PRESS RELEASE: What’s Not To Like About Amazon In Arlington, Part 3

February 6, 2019

Virginia is roiling over a photo posted in a 1984 yearbook allegedly depicting Gov. Ralph Northam in blackface. No matter that the news was surfaced by opposition research or that the current sitting U.S. President was himself sued as a young man by the U.S. Department of Justice for discriminating against Blacks. State and national Democratic leaders have fallen all over themselves demanding Northam’s resignation.

A Bribe Is a Bribe

I too question Governor Northam’s leadership, but not because of his youthful indiscretions. I’m concerned about the deal he negotiated with Amazon to site one of its new headquarters in Crystal City. Specifically I don’t like the extortionate $550-$750 million “incentive payment” Amazon extracted from the state to move here.

Stephen Moret, president and CEO of the Virginia Economic Development Partnership, defended the deal, arguing that it was a fraction of what other states offered to get HQ2. Yet a bribe is a bribe regardless of the amount.

Notwithstanding questions about the propriety of the Amazon deal, bills authorizing the payoff recently sailed through the General Assembly. If Gov. Northam exercised poor judgment in negotiating it, the legislature exercised even worse judgment in approving it.

Economic Benefit of HQ2 Exaggerated

There are also questions about the actual economic benefit of HQ2 to Arlington County. Stephen Fuller of George Mason University originally estimated an annual economic net benefit to the County, i.e. revenue less expenditures, of $52 million. He halved that number after Amazon split its jobs “award” between Crystal City and New York City.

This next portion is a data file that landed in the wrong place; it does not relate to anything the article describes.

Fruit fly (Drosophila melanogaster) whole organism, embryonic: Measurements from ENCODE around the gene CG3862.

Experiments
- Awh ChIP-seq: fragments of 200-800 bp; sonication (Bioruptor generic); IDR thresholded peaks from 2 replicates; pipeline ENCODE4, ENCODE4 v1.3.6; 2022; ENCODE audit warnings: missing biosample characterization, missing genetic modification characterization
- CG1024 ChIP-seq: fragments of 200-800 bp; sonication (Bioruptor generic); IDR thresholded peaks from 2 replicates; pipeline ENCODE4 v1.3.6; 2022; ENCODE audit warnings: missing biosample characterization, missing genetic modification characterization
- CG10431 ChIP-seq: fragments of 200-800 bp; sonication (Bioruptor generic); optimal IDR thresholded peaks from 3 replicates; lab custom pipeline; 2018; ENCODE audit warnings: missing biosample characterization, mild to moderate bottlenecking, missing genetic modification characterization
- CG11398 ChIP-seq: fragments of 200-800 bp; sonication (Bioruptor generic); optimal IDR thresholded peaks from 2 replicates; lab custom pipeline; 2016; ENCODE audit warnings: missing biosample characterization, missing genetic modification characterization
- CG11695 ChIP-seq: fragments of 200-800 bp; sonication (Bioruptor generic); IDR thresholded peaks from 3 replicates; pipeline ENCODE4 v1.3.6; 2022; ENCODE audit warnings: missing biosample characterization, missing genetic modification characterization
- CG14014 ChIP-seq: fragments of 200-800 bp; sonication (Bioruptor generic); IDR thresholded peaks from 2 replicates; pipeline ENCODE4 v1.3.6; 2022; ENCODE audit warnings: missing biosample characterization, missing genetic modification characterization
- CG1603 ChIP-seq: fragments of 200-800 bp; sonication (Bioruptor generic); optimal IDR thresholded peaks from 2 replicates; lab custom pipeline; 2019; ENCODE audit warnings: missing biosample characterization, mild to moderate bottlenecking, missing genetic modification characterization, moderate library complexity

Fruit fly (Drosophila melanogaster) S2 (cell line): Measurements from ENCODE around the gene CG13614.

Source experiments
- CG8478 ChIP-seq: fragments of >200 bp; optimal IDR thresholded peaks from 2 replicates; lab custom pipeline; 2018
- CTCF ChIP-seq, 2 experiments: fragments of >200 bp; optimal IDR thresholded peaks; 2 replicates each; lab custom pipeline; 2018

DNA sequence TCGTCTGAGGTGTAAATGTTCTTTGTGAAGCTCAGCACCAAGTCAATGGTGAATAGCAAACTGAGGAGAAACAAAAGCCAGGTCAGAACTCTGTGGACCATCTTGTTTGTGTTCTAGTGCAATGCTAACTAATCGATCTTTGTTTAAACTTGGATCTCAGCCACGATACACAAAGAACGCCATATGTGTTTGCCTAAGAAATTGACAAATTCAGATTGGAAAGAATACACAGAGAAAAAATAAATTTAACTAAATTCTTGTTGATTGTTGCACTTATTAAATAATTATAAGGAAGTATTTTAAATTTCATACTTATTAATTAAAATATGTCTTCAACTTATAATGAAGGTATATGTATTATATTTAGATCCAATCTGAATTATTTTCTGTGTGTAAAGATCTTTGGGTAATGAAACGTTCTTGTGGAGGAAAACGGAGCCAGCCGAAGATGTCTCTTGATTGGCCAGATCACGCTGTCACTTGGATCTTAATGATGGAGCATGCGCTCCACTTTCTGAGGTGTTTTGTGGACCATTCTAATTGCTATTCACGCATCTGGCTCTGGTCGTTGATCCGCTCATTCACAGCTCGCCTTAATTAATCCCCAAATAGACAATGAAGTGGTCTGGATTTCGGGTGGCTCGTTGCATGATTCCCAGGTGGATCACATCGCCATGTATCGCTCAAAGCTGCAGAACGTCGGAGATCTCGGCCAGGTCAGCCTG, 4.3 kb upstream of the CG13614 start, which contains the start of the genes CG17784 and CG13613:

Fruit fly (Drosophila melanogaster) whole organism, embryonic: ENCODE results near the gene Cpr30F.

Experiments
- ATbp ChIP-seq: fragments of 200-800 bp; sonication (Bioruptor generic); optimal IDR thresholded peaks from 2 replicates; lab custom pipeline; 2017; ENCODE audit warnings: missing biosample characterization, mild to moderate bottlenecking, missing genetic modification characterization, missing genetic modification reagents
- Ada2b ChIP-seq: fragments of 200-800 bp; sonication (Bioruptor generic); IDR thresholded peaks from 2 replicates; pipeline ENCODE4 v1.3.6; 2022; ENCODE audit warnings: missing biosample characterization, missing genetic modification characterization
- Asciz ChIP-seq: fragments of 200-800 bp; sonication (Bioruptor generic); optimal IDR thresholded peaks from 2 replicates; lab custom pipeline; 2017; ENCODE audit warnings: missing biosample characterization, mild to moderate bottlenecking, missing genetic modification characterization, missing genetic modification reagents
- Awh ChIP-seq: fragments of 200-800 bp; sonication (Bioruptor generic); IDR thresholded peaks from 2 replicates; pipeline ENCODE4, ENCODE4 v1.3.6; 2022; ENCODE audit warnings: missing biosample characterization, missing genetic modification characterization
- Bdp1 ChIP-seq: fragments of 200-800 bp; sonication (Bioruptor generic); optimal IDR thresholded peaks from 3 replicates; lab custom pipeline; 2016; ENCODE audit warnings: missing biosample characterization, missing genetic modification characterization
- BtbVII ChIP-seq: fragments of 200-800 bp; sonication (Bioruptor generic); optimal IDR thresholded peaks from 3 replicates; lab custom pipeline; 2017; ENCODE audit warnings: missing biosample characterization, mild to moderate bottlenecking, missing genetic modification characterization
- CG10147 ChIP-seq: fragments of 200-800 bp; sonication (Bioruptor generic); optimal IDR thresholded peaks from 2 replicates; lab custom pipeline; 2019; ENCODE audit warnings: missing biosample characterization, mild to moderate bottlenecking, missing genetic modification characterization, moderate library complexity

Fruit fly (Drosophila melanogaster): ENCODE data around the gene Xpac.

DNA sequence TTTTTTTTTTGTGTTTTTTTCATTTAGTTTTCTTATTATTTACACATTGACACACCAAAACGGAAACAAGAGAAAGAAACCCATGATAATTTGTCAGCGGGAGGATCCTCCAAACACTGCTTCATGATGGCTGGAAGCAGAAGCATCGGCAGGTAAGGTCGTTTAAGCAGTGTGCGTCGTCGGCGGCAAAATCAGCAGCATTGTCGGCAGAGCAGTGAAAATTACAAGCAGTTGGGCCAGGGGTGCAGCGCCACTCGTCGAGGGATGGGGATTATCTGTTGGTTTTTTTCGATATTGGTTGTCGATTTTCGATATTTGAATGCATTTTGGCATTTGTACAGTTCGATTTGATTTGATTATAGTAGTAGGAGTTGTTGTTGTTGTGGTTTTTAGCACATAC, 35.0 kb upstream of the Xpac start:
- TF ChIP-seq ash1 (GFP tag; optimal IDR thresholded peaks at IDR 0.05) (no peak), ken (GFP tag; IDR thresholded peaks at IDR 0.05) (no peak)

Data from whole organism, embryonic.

Examination of the data used to estimate per capita costs and per job benefits in Table 6 of the Fuller report indicate that the impact of the move on education costs was underestimated by $87 million or $390 per capita by using data from an unaudited table (p. 132) in the 2017 Consolidated Annual Financial Report (CAFR) rather than the audited table (p. 48 ).

Using corrected education costs and the multipliers below on the data in Table 6, the annual net benefit of Amazon HQ2 comes to $17 million–$9 million less than Fuller’s current estimate and $15 million less than the County’s current estimate.

While this net benefit may justify the move, it does not justify the state’s subsidy for the move. Also given the inflationary impact of HQ2 on housing prices, the County’s $23 million subsidy to Amazon is misdirected. The subsidy should go to those displaced by higher rents not to a corporate behemoth capitalized at $800 billion.

Assumptions:
$1,240 ($850+$390) per capita residential cost
$1,095 per hire commercial benefit
3,750 (15% of 25,000) HQ2 hires moving to Arlington
8,250 (2.2 * 3,750) HQ2 family members moving to Arlington
$562,773,691 (correct) v. $475,698,480 (incorrect) 2017 education expenditure
222,800 2017 Arlington population

One thought on “PRESS RELEASE: What’s Not To Like About Amazon In Arlington, Part 3

  1. Carey Campbell February 6, 2019 at 10:27 pm - Reply

    Thank you for your vigilance, Audrey.
    Great focused citizenship.

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